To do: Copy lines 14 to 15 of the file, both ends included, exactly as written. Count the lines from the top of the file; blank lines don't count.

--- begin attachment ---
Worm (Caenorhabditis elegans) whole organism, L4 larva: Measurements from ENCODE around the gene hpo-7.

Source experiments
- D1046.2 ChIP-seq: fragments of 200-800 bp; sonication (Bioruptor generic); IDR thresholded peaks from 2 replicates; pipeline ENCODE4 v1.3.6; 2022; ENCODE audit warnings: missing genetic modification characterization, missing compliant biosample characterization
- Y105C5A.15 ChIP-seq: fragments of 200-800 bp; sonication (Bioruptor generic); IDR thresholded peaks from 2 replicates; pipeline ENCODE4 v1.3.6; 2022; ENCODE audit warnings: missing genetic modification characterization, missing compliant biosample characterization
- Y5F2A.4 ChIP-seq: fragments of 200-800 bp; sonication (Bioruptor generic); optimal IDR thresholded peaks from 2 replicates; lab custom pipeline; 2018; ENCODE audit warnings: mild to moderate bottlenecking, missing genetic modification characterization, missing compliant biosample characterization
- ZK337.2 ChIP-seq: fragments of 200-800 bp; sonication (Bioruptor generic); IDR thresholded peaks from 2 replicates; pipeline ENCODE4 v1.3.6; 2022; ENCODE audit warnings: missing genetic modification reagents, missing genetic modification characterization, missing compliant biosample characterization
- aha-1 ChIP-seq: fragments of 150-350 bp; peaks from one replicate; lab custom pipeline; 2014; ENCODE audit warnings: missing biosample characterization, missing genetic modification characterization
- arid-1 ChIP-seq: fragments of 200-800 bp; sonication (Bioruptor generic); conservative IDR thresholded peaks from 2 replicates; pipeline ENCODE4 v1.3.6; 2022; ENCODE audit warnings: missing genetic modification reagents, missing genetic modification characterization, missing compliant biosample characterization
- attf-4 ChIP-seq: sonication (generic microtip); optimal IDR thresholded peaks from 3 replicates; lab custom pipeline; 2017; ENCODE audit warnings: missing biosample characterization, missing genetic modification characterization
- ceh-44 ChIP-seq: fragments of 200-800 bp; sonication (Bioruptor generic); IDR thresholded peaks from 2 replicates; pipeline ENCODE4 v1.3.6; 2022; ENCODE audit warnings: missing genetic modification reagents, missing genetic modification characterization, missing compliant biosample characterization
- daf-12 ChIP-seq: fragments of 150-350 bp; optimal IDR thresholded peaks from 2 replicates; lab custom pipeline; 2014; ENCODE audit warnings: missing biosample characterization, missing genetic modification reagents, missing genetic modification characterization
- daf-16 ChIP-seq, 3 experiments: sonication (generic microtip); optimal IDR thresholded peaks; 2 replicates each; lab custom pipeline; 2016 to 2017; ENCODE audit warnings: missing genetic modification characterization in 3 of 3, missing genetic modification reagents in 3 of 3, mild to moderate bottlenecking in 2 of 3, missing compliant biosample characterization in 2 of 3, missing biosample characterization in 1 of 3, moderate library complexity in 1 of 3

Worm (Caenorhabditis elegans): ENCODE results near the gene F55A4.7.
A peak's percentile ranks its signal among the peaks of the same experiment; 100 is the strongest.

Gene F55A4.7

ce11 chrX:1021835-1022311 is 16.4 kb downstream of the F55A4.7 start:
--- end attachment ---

A peak's percentile ranks its signal among the peaks of the same experiment; 100 is the strongest.

Gene F55A4.7